A Brief Guide on How to Read More Diversely

In this aspect, I am a huge hypocrite. I am the number one fan of sticking to my favoured genres (sci-fi, fantasy and historical fiction FTW) and my favoured authors. I am hardly one to #readoutsidethebox but I sure would like to change it. If there’s anything other great campaigns on diverse books have taught me, it’s that there’s not necessarily an absence of diverse fiction, but rather it’s not being talked about enough which usually leads to them largely being unknown, which consequently sucks.

"What d'ya mean you don't read diversely?" ft. My Judgmental and Possibly Overweight Cat named Po.

“What d’ya mean you don’t read diversely?” ft. My Judgmental and Possibly Overweight Cat named Po.

So how can you and I read more diversely? Here are some tips (from a complete novice by the way):

  1. Don’t depend on Goodreads

I am an absolute sucker for this one. I read reviews and browse through ratings on Goodreads before purchasing books a lot of the time and it’s a terrible habit. What I should be doing is reading it and then making up my own mind but what I end up doing is setting up expectations pre-read and either not getting the book at all, or being judgmental and nitpicky throughout the entire reading. Of course, Goodreads is still a great site/application. For example, if a book has thousands of reviews and an average of 1 star out of 5, it probably means it’s not that great for a variety of reasons. I also personally enjoy reading hilariously angry reviews by other people but hey, that’s just how I like to spend my Saturday nights.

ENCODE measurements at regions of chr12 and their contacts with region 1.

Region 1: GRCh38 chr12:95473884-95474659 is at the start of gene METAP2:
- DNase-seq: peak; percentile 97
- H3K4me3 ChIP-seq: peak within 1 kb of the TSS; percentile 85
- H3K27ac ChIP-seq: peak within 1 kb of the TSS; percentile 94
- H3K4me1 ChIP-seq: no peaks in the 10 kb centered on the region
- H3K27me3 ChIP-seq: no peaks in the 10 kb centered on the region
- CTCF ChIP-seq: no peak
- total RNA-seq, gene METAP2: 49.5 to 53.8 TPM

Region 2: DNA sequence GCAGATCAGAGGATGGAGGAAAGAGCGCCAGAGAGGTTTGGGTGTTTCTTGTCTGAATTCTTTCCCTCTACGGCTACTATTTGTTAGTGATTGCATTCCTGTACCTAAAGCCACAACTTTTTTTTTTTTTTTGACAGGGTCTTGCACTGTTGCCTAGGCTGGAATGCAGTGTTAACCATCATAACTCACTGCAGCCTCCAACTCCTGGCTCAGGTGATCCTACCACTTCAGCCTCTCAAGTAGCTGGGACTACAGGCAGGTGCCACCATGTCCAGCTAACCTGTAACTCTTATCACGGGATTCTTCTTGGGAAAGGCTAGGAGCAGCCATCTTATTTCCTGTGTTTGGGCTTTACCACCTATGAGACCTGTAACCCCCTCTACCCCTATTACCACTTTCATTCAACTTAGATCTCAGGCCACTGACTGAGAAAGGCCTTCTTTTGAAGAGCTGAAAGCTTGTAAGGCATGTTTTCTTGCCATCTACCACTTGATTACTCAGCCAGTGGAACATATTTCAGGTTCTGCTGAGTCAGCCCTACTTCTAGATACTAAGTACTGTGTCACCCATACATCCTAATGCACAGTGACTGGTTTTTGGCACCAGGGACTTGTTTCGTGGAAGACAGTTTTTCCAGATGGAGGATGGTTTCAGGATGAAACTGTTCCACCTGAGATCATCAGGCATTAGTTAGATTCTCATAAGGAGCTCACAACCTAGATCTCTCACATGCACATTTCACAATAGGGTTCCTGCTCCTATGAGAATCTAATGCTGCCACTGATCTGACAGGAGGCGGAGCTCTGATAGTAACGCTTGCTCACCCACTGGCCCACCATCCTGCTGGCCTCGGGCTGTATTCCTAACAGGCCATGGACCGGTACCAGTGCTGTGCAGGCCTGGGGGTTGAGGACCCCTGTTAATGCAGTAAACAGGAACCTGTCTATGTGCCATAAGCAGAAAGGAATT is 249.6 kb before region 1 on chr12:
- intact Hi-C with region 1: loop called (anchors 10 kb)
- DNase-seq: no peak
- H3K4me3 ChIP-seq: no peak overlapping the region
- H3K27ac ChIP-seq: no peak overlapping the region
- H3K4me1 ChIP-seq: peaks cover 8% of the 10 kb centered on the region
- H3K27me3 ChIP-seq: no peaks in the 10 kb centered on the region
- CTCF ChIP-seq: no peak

1. Have a peek at smaller publishers or authors who self-publish

Many smaller publishers specialise in diverse books or just an array of titles that you may never have heard of in the mainstream book world. Also, many authors choose to self-publish these days to get their books out there without all the red tape involved – google search and have a hunt around blogs and writing communities!

  1. Consider picking up a translated story

Authenticity gets bandied around a lot when it comes to diverse books. Does this author write about this particular culture of group of people well? Is it inauthentic? Or is it *gasp* A STEREOTYPE?! To combat this problem, who better to write a story with a semblance of authenticity to a particular race or culture other than a person from that country/society themselves? It may be hard to track down translated stories but it’s doable and you might discover something amazing (which you can then recommend to me 🙂 )

So, what other ways have you guys found diverse books?

Till next time,

Not Another Mary Sue

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